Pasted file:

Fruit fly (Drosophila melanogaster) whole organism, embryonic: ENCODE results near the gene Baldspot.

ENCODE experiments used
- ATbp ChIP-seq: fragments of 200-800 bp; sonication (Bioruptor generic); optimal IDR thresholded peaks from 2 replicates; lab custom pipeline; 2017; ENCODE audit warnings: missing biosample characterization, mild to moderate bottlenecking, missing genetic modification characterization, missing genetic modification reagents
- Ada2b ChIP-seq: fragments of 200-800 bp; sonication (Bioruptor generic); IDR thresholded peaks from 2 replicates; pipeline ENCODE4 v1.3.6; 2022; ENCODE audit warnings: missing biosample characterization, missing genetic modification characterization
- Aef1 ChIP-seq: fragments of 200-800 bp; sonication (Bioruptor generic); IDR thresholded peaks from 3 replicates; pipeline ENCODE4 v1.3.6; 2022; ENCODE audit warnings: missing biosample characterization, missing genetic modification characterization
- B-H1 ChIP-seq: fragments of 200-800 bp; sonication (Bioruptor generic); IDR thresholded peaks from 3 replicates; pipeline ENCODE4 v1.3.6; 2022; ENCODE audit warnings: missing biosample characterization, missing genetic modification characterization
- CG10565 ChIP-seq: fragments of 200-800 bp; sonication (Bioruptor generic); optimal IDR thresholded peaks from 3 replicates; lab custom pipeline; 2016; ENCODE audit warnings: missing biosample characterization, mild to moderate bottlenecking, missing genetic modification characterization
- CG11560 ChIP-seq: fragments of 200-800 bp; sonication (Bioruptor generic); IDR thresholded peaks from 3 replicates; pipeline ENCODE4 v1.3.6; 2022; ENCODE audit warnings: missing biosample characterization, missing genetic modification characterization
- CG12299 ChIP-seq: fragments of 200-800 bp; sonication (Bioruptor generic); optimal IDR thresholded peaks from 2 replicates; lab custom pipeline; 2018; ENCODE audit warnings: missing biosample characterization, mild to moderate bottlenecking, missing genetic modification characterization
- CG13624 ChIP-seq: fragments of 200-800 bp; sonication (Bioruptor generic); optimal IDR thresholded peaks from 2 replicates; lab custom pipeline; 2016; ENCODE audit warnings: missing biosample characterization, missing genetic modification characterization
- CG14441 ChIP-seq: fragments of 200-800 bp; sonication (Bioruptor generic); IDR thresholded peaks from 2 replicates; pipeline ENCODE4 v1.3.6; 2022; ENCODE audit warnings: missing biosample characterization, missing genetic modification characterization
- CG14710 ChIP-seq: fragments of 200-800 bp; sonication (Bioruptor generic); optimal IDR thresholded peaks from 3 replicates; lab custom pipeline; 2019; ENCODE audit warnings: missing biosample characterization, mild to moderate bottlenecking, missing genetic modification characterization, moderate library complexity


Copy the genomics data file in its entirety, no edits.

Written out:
Fruit fly (Drosophila melanogaster) whole organism, embryonic: ENCODE results near the gene Baldspot.

ENCODE experiments used
- ATbp ChIP-seq: fragments of 200-800 bp; sonication (Bioruptor generic); optimal IDR thresholded peaks from 2 replicates; lab custom pipeline; 2017; ENCODE audit warnings: missing biosample characterization, mild to moderate bottlenecking, missing genetic modification characterization, missing genetic modification reagents
- Ada2b ChIP-seq: fragments of 200-800 bp; sonication (Bioruptor generic); IDR thresholded peaks from 2 replicates; pipeline ENCODE4 v1.3.6; 2022; ENCODE audit warnings: missing biosample characterization, missing genetic modification characterization
- Aef1 ChIP-seq: fragments of 200-800 bp; sonication (Bioruptor generic); IDR thresholded peaks from 3 replicates; pipeline ENCODE4 v1.3.6; 2022; ENCODE audit warnings: missing biosample characterization, missing genetic modification characterization
- B-H1 ChIP-seq: fragments of 200-800 bp; sonication (Bioruptor generic); IDR thresholded peaks from 3 replicates; pipeline ENCODE4 v1.3.6; 2022; ENCODE audit warnings: missing biosample characterization, missing genetic modification characterization
- CG10565 ChIP-seq: fragments of 200-800 bp; sonication (Bioruptor generic); optimal IDR thresholded peaks from 3 replicates; lab custom pipeline; 2016; ENCODE audit warnings: missing biosample characterization, mild to moderate bottlenecking, missing genetic modification characterization
- CG11560 ChIP-seq: fragments of 200-800 bp; sonication (Bioruptor generic); IDR thresholded peaks from 3 replicates; pipeline ENCODE4 v1.3.6; 2022; ENCODE audit warnings: missing biosample characterization, missing genetic modification characterization
- CG12299 ChIP-seq: fragments of 200-800 bp; sonication (Bioruptor generic); optimal IDR thresholded peaks from 2 replicates; lab custom pipeline; 2018; ENCODE audit warnings: missing biosample characterization, mild to moderate bottlenecking, missing genetic modification characterization
- CG13624 ChIP-seq: fragments of 200-800 bp; sonication (Bioruptor generic); optimal IDR thresholded peaks from 2 replicates; lab custom pipeline; 2016; ENCODE audit warnings: missing biosample characterization, missing genetic modification characterization
- CG14441 ChIP-seq: fragments of 200-800 bp; sonication (Bioruptor generic); IDR thresholded peaks from 2 replicates; pipeline ENCODE4 v1.3.6; 2022; ENCODE audit warnings: missing biosample characterization, missing genetic modification characterization
- CG14710 ChIP-seq: fragments of 200-800 bp; sonication (Bioruptor generic); optimal IDR thresholded peaks from 3 replicates; lab custom pipeline; 2019; ENCODE audit warnings: missing biosample characterization, mild to moderate bottlenecking, missing genetic modification characterization, moderate library complexity